Speaking of deals, what we usually suggest for beginners is to look on your local Craigslist for used boats. Kayaks don't wear out and you can get a much better bang for your buck if you buy used, and the sellers often throw in the paddle and PFD.

You need to take the user reviews of boat models with a grain of salt -- even on here. For most people (yourself included) the first outing in a kayak is exhilarating and so everybody thinks the first kayak they have is the bomb, even if it is a slow, clunky thing. With nothing to compare it to, first buyers tend to rave and rate their $199 Wally World special as a 10 out of 10. Keep that in mind when you read reviews.

While there is no doubt you could have fun with a 10' cheap kayak for a while, you'd be better informed as to if that is what you really want if you can take some time to research some more. Check and see if there are actual kayak dealers in your area (not just the big box stores -- there are better sources than Dick's). Many real kayak outfitters will offer some sort of on the water demos where you can compare models and see how they actually feel in action. The performance differences and comfort range of kayaks is really vast. You also might be able to check out inflatables, which can be a great option for apartment dwellers and students.

Get the cheapest
What ever gets you on the water will work.

If you get hooked you’ll be upgrading later.

For what it is worth, my wife and I started with Perception Keowees which were the first of the little Swifties.

That was 20 years ago, and we now have long skinny sea kayaks, but we still use our little 9’-5" Perceptions in white water with skirts

Jack L

Buy A Book On Paddling Techniques
Your technique is probably want caused your backache.

Have fun with your kayak. I’ve seen big guys with small vehicles having a great time with their small kayaks. You’ll know if and when you want to move on to a bigger boat. Trust your instincts.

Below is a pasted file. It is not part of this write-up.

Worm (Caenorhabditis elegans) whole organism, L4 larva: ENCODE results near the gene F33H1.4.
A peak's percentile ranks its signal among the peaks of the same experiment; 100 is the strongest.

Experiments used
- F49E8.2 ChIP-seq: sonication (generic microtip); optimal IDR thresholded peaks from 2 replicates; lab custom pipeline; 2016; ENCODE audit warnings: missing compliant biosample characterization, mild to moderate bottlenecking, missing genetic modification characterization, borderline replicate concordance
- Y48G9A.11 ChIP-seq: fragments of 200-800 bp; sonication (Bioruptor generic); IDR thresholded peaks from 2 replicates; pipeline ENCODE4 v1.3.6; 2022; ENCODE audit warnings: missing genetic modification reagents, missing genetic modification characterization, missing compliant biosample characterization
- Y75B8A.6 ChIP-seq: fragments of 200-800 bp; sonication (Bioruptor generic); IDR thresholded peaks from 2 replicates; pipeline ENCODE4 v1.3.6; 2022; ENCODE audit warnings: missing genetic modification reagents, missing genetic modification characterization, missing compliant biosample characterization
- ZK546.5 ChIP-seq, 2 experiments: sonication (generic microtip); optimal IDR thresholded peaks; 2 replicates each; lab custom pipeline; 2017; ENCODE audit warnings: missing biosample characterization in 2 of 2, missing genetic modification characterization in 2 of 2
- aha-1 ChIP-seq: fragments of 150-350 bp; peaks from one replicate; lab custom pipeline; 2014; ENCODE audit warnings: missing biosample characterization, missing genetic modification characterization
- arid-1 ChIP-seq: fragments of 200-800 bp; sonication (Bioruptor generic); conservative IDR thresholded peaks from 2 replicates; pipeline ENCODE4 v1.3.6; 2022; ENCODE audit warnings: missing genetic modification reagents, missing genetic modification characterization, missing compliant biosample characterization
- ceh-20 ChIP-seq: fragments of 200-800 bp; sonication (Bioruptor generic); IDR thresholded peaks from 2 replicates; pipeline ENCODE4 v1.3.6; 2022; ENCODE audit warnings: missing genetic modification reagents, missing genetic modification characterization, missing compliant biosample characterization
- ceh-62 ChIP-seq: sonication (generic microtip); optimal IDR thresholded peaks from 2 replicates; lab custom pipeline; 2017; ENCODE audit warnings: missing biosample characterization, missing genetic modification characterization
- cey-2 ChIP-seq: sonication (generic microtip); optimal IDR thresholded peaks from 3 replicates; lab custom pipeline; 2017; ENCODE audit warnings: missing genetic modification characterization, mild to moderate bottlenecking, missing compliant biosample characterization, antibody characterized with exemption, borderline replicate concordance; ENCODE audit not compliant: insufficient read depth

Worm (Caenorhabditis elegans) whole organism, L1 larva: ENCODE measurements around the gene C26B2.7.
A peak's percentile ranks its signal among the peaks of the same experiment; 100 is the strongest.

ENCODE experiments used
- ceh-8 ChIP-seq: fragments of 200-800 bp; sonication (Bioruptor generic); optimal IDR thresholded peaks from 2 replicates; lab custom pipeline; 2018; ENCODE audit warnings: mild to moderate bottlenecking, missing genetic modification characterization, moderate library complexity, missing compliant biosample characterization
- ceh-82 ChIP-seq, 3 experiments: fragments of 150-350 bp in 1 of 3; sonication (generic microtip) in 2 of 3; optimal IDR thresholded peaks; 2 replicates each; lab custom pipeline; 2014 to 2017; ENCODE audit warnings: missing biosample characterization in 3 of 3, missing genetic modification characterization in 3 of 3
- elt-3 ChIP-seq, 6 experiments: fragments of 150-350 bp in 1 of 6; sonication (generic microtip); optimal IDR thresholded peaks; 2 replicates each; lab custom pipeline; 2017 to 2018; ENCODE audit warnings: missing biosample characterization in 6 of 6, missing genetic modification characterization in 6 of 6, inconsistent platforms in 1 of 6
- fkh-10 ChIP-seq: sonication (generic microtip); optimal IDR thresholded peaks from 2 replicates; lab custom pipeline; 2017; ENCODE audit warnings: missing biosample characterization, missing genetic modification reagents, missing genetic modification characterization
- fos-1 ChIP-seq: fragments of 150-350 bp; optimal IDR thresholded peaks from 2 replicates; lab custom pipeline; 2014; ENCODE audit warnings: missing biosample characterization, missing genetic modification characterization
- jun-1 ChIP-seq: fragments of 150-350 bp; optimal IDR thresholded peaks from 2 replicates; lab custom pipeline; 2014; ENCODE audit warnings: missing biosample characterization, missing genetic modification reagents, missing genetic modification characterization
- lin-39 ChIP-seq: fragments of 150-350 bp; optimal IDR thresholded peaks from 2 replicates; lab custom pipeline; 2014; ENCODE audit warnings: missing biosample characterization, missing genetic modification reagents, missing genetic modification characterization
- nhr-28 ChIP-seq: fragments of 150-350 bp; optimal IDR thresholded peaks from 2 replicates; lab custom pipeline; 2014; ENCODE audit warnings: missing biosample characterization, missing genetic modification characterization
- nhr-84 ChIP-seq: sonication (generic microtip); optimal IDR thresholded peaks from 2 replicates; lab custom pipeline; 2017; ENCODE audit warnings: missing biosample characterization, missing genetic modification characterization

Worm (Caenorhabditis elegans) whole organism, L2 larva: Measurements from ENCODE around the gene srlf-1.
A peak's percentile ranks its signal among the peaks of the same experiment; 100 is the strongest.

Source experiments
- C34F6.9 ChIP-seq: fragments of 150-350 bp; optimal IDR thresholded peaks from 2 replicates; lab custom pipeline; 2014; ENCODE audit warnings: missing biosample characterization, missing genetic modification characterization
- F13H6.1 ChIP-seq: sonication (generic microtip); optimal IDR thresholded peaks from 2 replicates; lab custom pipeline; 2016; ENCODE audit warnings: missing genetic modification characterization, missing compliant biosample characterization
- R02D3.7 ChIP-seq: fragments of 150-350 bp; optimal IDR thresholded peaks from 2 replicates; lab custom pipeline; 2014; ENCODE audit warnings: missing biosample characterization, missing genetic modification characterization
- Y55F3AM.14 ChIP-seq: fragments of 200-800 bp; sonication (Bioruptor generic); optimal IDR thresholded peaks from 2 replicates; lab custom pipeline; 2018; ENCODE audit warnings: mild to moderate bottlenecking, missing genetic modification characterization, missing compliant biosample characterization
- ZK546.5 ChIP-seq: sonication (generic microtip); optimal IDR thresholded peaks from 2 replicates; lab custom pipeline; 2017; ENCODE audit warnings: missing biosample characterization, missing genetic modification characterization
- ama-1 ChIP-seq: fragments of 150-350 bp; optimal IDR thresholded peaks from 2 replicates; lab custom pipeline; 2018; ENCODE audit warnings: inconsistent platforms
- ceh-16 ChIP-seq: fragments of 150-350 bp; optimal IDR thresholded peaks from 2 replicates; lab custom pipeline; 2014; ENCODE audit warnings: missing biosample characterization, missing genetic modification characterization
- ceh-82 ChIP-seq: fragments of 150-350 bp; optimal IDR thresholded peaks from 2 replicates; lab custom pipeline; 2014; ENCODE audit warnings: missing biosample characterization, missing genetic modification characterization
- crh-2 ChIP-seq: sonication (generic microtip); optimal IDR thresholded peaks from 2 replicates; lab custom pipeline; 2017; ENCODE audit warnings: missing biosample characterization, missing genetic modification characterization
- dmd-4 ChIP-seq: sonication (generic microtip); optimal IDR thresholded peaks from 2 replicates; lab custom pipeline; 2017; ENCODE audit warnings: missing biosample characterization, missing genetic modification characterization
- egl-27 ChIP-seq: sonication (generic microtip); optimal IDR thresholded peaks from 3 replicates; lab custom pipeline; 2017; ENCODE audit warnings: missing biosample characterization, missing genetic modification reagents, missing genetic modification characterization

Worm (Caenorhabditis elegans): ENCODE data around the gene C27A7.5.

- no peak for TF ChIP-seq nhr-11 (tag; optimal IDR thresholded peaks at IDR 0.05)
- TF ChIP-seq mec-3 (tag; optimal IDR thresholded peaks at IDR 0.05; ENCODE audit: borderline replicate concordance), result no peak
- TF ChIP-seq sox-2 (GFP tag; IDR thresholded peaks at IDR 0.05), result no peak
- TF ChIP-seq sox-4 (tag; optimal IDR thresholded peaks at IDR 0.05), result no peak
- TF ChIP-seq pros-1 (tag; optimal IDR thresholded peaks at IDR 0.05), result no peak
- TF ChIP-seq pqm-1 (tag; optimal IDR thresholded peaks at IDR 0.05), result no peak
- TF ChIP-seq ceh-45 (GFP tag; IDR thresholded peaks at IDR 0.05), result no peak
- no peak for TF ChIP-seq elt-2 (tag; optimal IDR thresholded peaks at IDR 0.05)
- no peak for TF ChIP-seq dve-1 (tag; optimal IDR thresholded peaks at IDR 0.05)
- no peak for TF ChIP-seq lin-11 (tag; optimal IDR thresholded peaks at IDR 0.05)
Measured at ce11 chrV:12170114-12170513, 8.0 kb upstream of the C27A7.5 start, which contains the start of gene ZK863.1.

I kept my Swifties
I have a whole fleet of crossover and sea kayaks but I kept the two Swifties I bought early on.

As long as you realize you’re buying a low end starter boat and stick to the waters they were designed for.

Ignore all the reviews. You will be writing your own a week after you buy the boat and , honestly, how useful will that be to anyone?

Old Town Vapor
While it would be great to have a bigger and nicer kayak, I understand a college budget. I have two kids, so my budget in many ways for fun feels even tighter than a college budget. I purchased an Old Town Vapor this year for a first kayak. While not a longer touring model I have tried and would love, it was affordable, fits in my garage around the kids stuff, and lets me get out on the water (lakes and rivers) once or twice a week. I am 6ft 2 in and 220lbs and the Vapor has been a great fit for me. Comfortable, tracks fairly true, and can handle some waves or just cruise on flat water. Look at it over the Angler, usually you can get it for $100 or more cheaper and you can outfit just like the Angler minus the hatch on the back for under $50. Almost the same kayak, just minus the hatch, rod holders, ancher trolley, and bungee cords.

Good luck in your decision. Let me know if you have more questions about the Vapor or how to outfit.

Happy paddling!

No Need to Buy a Book…

he’s a on a tight budget, and lacks storage space. Just go on Youtube and you can find all sorts of paddling tutorials. Some are even from this very site!

your budget
Since your budget is tight, go to a rental place and purchase one of their one year old yaks. You’ll pay half the price and it will be as good as new. Then, you can upgrade to a much better seat.

When sitting in the yak, don’t scoot your bottom forward and lean back. That will give you a backache in no time. Scoot your rear all the way to the back of the seat. This will force you to sit up straight, which is better for the back. Be sure to keep your knees bent.